What is a Currency Pair?
A currency pair is a quotation of two different currencies, where one is quoted against the other. The first listed currency within a currency pair is called the base, while the second currency that is the benchmark is called the quote.
Currency pairs are meant to be compared against one another in order to understand how much of the quote currency is required to buy one unit of the base currency. Often, to identify each currency, there is a three-letter symbol associated with it. For instance, to represent the Canadian dollar in international markets, it is defined as “CAD.”
- A currency pair is considered a price quote between two different currencies within the foreign exchange market.
- The first listed currency within a currency pair is called the base, while the second currency that is the benchmark is called the quote.
- Major currencies are considered currencies that are most often traded against the U.S. dollar, such as EUR/USD, AUD/USD, and USD/CAD.
Understanding Currency Pairs
Trading currency pairs are often conducted in the foreign exchange market. The forex market enables buying and selling, and conversion of currencies for international trade and investing. Generally speaking, the forex market is open 5 days per week, 24 hours a day.
Forex trading involves the constant purchase and sale of currency. When buying a currency pair, investors purchase the base currency and sell the quoted currency. The bid price represents the amount of quote currency needed to receive one unit of the base currency.
On the other hand, when the currency pair is sold, the investor sells the base currency and receives the quote currency. Thus, the selling price of the currency pair is the amount one will receive in the quote currency for providing one unit of the base currency.
Nonetheless, when trading currencies, investors are selling one currency in order to buy another.
Base and Quote Currency
Within the foreign exchange market, currency unit prices are known as currency pairs. The base currency is considered the first currency within the currency pair quotation, with the second part of the quotation being the quote currency. Currency pairs are often presented as 6 letters with a dash: AAA/BBB. In this case, AAA is the base currency, while BBB is the quote currency.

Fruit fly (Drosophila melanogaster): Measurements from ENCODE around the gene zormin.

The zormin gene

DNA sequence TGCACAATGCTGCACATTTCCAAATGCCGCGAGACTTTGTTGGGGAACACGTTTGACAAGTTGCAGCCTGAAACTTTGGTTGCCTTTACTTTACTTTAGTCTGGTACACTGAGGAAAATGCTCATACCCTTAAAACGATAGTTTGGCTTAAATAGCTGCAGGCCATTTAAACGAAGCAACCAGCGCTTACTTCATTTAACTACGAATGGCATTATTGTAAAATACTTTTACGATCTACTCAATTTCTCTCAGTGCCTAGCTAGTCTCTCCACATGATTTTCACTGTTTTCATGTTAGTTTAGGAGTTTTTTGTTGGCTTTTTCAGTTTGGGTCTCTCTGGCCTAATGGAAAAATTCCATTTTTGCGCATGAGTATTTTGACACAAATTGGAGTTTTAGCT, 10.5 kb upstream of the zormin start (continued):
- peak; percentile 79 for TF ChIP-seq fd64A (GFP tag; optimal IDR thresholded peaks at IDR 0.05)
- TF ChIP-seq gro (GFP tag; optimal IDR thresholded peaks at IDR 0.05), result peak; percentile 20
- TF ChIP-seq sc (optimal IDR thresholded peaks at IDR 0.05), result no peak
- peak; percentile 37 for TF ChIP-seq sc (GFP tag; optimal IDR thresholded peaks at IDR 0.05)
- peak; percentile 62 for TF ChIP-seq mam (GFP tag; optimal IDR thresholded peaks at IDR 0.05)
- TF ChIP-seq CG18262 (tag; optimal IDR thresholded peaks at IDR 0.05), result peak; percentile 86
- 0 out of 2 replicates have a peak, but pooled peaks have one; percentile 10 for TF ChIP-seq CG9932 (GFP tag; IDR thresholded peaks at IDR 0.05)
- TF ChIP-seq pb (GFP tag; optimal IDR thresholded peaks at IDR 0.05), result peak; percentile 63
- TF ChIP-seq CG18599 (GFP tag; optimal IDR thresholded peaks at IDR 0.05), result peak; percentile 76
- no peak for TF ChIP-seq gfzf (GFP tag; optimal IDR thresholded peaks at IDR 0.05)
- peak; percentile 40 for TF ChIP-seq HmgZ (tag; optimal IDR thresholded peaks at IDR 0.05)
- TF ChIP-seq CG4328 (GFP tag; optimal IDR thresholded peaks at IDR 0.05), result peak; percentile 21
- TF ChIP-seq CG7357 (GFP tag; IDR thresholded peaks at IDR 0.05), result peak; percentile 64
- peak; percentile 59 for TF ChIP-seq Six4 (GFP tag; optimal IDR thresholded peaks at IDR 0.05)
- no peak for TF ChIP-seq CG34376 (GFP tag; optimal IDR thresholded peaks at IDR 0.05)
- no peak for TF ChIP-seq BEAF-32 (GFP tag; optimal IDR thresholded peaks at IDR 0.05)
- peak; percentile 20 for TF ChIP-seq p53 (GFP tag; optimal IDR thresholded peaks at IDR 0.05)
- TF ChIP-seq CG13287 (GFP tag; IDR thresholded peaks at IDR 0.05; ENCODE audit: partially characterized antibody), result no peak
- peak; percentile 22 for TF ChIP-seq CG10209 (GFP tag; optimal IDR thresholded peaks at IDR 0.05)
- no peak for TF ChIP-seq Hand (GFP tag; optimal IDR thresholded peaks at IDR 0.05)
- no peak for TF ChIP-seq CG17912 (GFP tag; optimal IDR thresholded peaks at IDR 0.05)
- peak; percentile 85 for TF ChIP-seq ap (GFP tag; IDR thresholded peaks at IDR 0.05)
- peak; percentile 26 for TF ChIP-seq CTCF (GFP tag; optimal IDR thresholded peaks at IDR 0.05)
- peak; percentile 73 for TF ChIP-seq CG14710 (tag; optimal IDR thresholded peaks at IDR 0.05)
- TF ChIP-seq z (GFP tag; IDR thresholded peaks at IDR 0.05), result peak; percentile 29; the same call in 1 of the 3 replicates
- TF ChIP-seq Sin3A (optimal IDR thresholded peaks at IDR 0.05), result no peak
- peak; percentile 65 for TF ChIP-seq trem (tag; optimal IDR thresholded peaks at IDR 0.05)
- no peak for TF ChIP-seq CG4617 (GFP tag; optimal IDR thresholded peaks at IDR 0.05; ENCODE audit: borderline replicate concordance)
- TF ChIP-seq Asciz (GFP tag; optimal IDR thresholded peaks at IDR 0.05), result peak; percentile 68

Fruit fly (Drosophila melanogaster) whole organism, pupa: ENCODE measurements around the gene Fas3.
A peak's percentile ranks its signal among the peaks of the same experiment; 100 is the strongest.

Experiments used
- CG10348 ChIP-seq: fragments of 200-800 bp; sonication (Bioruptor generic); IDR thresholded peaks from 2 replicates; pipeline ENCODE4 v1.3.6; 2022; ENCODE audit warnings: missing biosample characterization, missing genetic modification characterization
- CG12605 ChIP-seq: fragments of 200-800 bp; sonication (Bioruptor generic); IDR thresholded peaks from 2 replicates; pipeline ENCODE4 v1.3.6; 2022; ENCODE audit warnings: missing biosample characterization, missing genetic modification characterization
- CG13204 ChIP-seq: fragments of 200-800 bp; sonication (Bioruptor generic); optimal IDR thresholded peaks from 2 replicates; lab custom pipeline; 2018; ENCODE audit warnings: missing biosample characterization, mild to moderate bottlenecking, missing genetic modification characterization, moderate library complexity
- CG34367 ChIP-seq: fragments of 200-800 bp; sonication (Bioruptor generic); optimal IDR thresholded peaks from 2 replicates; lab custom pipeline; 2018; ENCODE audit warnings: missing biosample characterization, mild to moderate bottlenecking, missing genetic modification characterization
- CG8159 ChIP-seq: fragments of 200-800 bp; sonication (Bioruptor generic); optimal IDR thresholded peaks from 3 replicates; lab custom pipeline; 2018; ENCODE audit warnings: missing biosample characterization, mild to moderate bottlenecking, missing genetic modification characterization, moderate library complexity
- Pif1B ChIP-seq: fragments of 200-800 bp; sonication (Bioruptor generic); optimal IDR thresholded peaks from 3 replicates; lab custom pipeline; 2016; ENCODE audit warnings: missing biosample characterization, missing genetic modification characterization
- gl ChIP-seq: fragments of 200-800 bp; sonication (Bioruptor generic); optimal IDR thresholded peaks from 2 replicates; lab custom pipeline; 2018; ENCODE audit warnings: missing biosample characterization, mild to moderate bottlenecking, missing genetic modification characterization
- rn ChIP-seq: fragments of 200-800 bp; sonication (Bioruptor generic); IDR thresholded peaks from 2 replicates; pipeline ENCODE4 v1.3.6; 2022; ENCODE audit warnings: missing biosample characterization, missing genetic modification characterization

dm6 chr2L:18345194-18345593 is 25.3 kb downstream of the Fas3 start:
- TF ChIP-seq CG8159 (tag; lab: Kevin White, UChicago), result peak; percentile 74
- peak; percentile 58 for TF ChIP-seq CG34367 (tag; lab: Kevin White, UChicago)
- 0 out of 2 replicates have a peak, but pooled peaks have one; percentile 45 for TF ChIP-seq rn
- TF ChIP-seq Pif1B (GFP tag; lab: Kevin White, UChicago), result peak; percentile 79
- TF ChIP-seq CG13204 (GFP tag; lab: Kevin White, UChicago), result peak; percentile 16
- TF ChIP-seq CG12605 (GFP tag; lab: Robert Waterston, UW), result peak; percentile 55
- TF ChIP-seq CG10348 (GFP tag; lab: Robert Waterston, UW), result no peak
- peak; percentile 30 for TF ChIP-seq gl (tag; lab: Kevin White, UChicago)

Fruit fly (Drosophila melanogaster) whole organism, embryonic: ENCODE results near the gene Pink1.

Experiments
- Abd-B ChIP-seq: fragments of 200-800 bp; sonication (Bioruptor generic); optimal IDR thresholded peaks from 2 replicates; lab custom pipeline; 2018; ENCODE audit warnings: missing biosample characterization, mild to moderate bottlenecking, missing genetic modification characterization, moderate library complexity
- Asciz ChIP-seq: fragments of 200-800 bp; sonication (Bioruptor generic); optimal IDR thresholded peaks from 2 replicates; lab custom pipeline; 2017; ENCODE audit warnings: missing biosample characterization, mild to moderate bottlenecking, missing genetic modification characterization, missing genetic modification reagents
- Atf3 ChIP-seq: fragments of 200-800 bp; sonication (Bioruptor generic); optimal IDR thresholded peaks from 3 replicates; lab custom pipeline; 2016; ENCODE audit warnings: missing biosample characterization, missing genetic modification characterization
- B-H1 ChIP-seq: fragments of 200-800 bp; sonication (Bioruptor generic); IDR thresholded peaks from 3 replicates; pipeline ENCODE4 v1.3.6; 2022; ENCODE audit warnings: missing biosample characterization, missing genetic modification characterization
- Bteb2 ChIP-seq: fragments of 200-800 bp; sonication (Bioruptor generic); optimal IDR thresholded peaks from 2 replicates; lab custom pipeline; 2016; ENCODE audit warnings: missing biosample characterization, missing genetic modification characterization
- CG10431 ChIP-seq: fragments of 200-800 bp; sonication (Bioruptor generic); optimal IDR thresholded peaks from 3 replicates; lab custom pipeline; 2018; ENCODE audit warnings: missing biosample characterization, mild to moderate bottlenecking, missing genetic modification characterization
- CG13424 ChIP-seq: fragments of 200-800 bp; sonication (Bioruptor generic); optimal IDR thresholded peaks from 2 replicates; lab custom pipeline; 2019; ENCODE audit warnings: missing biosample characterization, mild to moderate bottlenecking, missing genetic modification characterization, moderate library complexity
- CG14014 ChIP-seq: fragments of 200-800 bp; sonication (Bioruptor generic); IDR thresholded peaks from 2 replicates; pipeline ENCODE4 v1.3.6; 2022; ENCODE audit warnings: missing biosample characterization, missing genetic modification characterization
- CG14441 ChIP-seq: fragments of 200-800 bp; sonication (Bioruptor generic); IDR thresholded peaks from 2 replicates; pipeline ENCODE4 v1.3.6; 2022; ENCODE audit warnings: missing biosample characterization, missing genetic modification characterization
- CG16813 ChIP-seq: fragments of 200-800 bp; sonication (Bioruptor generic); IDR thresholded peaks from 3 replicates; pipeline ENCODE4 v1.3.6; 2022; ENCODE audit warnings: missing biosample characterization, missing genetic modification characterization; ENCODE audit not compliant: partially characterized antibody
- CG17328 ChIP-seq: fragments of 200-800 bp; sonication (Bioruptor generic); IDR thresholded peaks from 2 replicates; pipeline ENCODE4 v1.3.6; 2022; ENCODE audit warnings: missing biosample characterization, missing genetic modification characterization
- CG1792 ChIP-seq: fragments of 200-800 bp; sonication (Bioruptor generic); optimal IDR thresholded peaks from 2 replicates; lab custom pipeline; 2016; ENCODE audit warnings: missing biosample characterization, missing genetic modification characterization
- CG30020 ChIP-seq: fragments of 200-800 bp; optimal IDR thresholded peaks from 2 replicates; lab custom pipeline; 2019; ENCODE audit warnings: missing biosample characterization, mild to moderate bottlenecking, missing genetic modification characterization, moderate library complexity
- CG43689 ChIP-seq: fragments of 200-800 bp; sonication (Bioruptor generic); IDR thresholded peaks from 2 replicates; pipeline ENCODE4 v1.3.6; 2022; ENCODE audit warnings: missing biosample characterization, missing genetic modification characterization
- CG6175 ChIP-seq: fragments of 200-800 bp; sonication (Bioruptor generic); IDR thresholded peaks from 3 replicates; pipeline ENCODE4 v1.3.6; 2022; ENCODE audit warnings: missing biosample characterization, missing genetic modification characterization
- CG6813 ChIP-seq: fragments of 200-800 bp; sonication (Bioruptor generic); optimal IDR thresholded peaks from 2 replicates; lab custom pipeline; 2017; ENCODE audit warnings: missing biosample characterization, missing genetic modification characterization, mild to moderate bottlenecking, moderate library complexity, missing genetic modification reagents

Factors that Impact Currency Pairs
The following are several factors that affect currency pairs:
- Interest rates
- Gross Domestic Product (GDP)
- Federal Reserve actions
- Other economic announcements
Currency Pairs Examples
The most actively traded currency pair is the euro against the U.S. dollar – also known as EUR/USD. To read currency pairs, here is an example:
It is 2025, and Johnny plans to go to New York for vacation. He resides in Canada and only carries Canadian dollars. Thus, he goes to the currency exchange store and wishes to exchange his CAD to USD. The store clerk states that the quote is USD/CAD = 1.3. It means that $1 USD is equivalent to $1.3 CAD.
In our example, USD is considered the base currency, and CAD is the quote currency. Thus, Johnny is able to exchange $1.3 of CAD per $1 of USD at the currency exchange store.
Globally, there are many different currency pairs, and they are categorized based on the frequency and volume of their trades. Using the U.S. dollar as the benchmark, the currencies that trade the most volume against it are known as major currencies. The list of major currency pairs includes, but is not limited to, the following:
Exotic Currency Pairs
Currencies from developing or emerging market economies that are paired with a major currency are called exotic currency pairs. An example is USD/SGD. These pairings are known to be more illiquid and come with wider spreads; thus, making them riskier.
Thank you for reading CFI’s guide on Currency Pair. To keep advancing your career, the additional CFI resources below will be useful: